Almost A Quarter Of People Are In Severe Financial Stress And Can’t Afford To Pay Their Rent

More people than ever are paying more than 30% of their income on rent, putting them under financial stress and at risk of not paying rent or mortgages.

Figures issued by the Commonwealth Bank showed that almost a quarter of people are spending at least 30% of income on housing.

The 30% mark is considered to be the point at which households come under significant financial stress.

Before COVID, the number of households in financial stress was about 20%. Among those on low incomes, the share has risen from 17% to 22%.

High owners are least affected as most own their home, but the proportion has grown from 11% to 15%.

Part of the pressure is coming from high stamp duties, the tax paid when a property is purchased.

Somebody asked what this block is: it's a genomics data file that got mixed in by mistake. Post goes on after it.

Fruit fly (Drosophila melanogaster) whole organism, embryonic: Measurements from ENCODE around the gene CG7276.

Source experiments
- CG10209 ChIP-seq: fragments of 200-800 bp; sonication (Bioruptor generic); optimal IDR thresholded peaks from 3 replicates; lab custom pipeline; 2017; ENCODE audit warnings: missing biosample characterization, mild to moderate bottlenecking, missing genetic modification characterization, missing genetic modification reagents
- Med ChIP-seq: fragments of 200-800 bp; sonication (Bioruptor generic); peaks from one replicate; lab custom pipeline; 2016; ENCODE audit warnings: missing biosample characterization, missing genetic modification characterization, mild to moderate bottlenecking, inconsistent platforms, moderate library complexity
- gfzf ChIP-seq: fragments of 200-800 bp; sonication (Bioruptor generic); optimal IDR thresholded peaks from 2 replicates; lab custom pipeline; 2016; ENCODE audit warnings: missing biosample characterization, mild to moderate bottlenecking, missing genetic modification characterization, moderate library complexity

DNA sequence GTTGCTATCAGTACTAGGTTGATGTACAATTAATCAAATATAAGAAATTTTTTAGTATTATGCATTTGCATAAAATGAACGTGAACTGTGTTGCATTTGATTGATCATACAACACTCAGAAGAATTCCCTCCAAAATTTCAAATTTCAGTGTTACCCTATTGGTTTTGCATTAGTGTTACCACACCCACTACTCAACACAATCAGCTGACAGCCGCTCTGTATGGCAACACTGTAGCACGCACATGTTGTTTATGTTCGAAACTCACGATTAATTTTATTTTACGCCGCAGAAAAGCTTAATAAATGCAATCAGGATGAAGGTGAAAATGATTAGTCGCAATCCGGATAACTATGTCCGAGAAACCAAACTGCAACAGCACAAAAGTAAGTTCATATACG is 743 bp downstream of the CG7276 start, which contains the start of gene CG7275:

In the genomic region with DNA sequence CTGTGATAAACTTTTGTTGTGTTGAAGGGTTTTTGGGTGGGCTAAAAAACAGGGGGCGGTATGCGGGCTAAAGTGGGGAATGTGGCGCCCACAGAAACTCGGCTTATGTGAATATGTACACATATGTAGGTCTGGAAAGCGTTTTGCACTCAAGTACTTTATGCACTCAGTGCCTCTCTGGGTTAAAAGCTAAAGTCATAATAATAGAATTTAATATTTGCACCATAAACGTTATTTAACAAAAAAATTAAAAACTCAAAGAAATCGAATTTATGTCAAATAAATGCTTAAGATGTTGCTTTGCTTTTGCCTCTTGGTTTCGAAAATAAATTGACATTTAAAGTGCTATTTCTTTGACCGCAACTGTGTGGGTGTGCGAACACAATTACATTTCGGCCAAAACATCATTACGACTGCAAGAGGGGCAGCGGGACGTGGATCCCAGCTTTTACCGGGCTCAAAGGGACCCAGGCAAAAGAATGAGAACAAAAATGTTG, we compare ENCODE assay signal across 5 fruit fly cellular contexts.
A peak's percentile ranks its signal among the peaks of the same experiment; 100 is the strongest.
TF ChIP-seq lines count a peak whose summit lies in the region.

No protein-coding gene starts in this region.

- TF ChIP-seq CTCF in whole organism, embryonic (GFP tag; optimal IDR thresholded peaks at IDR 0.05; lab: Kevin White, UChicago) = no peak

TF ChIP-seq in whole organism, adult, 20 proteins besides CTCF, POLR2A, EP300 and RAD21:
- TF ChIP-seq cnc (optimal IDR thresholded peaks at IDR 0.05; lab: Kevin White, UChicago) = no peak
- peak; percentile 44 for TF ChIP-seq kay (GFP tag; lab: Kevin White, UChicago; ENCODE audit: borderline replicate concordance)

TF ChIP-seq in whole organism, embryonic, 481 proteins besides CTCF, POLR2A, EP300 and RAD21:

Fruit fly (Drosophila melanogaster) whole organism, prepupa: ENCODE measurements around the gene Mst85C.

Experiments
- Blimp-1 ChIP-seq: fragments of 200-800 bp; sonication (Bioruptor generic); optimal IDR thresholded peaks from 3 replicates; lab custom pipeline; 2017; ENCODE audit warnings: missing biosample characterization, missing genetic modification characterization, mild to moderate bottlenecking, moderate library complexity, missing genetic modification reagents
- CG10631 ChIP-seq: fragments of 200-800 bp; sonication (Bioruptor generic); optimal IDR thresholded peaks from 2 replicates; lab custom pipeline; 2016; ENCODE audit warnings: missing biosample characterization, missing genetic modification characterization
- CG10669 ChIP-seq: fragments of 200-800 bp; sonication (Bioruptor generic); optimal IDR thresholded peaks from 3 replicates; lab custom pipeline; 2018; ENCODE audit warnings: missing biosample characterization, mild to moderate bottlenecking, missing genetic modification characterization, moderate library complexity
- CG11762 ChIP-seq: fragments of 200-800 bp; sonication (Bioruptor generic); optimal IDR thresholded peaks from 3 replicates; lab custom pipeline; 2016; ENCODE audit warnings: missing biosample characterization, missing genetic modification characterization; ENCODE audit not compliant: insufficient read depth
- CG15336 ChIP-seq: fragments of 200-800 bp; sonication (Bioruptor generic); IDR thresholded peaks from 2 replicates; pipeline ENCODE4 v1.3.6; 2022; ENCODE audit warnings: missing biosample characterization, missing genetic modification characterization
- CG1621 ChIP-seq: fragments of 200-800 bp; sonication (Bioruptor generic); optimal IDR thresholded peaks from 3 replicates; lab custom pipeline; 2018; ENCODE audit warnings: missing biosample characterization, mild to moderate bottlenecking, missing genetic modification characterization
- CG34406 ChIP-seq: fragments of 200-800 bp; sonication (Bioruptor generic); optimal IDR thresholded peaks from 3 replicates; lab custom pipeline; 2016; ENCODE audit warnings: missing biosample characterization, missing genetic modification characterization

Stamp duty costs on the median Melbourne house is now $49,700, and Sydney has a stamp duty of about $45,000. That is a six-fold increase on stamp duty paid in the 1980s.

Victoria has also been found to have the highest property taxes of any state or territory.

Commonwealth Bank economist Stephen Wu told the Sydney Morning Herald that banks were seeing more households, both those renting and those with a mortgage, under financial pressure.

“The share of households above that 30 per cent threshold is higher than pre‑pandemic across all household income quintiles,” he said.

“Households in the third and fourth income quintiles have the highest share of households that devote more than 30 per cent of their income to mortgage and rent payments. This share has increased noticeably over the past 18 months, a common theme across all income cohorts except for the lowest-income households.”

He said the pressure was caused by higher rents and mortgage repayments, and was being felt most by those in the 24-30 age bracket.

The research showed that with house prices growing faster than wages and stamp duties climbing, people are being forced out of cities and into cheaper areas. With government rent assistance being swallowed up by higher rents, experts say the number one thing that will ease the pressure is to simply build more houses where people want to live.